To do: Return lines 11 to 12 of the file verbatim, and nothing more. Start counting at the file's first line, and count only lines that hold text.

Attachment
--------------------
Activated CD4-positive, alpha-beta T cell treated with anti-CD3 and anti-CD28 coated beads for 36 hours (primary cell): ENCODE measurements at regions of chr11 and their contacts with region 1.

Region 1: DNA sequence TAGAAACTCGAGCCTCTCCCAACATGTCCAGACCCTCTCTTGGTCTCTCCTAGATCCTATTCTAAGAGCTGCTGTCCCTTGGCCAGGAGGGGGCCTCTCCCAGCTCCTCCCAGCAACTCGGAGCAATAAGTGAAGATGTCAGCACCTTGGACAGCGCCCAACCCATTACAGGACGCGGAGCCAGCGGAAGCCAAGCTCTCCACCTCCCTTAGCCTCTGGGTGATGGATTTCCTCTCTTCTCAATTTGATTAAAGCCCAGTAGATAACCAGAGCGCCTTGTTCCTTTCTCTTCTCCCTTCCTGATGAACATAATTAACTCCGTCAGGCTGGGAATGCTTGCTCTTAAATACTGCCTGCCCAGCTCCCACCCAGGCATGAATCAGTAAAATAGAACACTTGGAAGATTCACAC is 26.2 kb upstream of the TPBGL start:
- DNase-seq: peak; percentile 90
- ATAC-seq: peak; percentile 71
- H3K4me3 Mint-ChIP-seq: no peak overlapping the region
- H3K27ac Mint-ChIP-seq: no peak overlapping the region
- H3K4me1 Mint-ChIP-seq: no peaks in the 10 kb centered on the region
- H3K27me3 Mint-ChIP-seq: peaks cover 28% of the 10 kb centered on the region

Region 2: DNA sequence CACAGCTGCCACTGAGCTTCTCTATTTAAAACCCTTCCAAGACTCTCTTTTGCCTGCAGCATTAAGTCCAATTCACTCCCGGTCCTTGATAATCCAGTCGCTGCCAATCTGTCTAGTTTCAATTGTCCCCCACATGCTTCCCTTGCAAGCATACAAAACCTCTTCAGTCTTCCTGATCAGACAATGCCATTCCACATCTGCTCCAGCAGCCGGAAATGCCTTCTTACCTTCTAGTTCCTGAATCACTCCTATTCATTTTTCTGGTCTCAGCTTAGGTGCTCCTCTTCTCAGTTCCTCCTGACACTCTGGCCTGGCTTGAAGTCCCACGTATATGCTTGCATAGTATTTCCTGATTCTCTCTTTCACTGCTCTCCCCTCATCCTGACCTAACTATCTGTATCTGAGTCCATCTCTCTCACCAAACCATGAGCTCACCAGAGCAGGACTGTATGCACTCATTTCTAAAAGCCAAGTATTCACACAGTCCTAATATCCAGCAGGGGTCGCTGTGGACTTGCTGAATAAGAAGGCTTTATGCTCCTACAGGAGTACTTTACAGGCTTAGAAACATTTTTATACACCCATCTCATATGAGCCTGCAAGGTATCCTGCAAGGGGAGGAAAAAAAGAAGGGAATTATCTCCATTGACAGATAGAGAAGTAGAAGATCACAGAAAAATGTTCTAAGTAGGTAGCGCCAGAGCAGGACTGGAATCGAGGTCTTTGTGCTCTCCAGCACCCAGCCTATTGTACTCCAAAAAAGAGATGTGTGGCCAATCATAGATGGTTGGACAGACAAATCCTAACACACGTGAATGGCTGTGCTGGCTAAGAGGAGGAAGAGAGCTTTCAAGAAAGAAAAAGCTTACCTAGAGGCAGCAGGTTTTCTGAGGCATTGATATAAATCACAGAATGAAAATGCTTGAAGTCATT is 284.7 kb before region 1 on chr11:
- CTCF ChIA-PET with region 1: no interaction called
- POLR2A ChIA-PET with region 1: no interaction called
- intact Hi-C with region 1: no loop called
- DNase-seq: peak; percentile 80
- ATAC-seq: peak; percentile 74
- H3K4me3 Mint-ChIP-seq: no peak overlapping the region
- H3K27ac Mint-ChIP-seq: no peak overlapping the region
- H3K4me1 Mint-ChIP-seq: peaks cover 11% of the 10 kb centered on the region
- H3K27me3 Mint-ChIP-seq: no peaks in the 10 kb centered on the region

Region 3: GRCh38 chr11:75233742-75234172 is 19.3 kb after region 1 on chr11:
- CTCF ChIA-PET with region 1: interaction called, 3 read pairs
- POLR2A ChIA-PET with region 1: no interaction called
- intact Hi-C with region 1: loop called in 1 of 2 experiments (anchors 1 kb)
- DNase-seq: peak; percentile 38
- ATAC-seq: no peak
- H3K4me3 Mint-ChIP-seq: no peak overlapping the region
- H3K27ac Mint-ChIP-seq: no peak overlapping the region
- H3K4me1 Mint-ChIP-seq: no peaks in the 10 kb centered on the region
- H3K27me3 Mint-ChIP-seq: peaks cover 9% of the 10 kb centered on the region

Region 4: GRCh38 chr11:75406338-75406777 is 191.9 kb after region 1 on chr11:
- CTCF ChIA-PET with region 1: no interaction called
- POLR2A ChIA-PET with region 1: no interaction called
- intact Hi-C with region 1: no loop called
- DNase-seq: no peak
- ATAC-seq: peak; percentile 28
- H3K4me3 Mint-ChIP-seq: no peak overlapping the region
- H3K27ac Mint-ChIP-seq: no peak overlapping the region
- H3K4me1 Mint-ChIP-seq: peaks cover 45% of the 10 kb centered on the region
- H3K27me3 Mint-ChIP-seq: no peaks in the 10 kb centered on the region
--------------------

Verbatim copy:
- POLR2A ChIA-PET with region 1: no interaction called
- intact Hi-C with region 1: no loop called